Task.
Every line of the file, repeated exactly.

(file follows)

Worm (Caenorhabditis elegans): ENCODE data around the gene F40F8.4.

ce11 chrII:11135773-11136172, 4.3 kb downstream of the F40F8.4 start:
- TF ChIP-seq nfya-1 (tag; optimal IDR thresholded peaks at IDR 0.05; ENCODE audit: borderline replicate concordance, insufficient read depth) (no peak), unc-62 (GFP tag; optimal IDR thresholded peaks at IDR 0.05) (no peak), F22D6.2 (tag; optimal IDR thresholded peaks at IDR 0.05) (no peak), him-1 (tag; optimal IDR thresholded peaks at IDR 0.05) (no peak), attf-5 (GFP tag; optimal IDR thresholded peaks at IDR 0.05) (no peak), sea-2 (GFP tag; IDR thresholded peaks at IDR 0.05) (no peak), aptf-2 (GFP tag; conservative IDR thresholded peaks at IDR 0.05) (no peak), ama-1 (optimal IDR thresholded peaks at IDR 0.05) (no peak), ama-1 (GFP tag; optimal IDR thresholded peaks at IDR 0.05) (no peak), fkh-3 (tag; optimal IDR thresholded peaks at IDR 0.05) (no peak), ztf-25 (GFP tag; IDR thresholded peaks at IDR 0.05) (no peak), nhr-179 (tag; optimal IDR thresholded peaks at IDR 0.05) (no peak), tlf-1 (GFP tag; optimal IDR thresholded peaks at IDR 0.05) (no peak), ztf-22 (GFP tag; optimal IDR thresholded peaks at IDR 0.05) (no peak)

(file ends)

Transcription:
Worm (Caenorhabditis elegans): ENCODE data around the gene F40F8.4.

ce11 chrII:11135773-11136172, 4.3 kb downstream of the F40F8.4 start:
- TF ChIP-seq nfya-1 (tag; optimal IDR thresholded peaks at IDR 0.05; ENCODE audit: borderline replicate concordance, insufficient read depth) (no peak), unc-62 (GFP tag; optimal IDR thresholded peaks at IDR 0.05) (no peak), F22D6.2 (tag; optimal IDR thresholded peaks at IDR 0.05) (no peak), him-1 (tag; optimal IDR thresholded peaks at IDR 0.05) (no peak), attf-5 (GFP tag; optimal IDR thresholded peaks at IDR 0.05) (no peak), sea-2 (GFP tag; IDR thresholded peaks at IDR 0.05) (no peak), aptf-2 (GFP tag; conservative IDR thresholded peaks at IDR 0.05) (no peak), ama-1 (optimal IDR thresholded peaks at IDR 0.05) (no peak), ama-1 (GFP tag; optimal IDR thresholded peaks at IDR 0.05) (no peak), fkh-3 (tag; optimal IDR thresholded peaks at IDR 0.05) (no peak), ztf-25 (GFP tag; IDR thresholded peaks at IDR 0.05) (no peak), nhr-179 (tag; optimal IDR thresholded peaks at IDR 0.05) (no peak), tlf-1 (GFP tag; optimal IDR thresholded peaks at IDR 0.05) (no peak), ztf-22 (GFP tag; optimal IDR thresholded peaks at IDR 0.05) (no peak)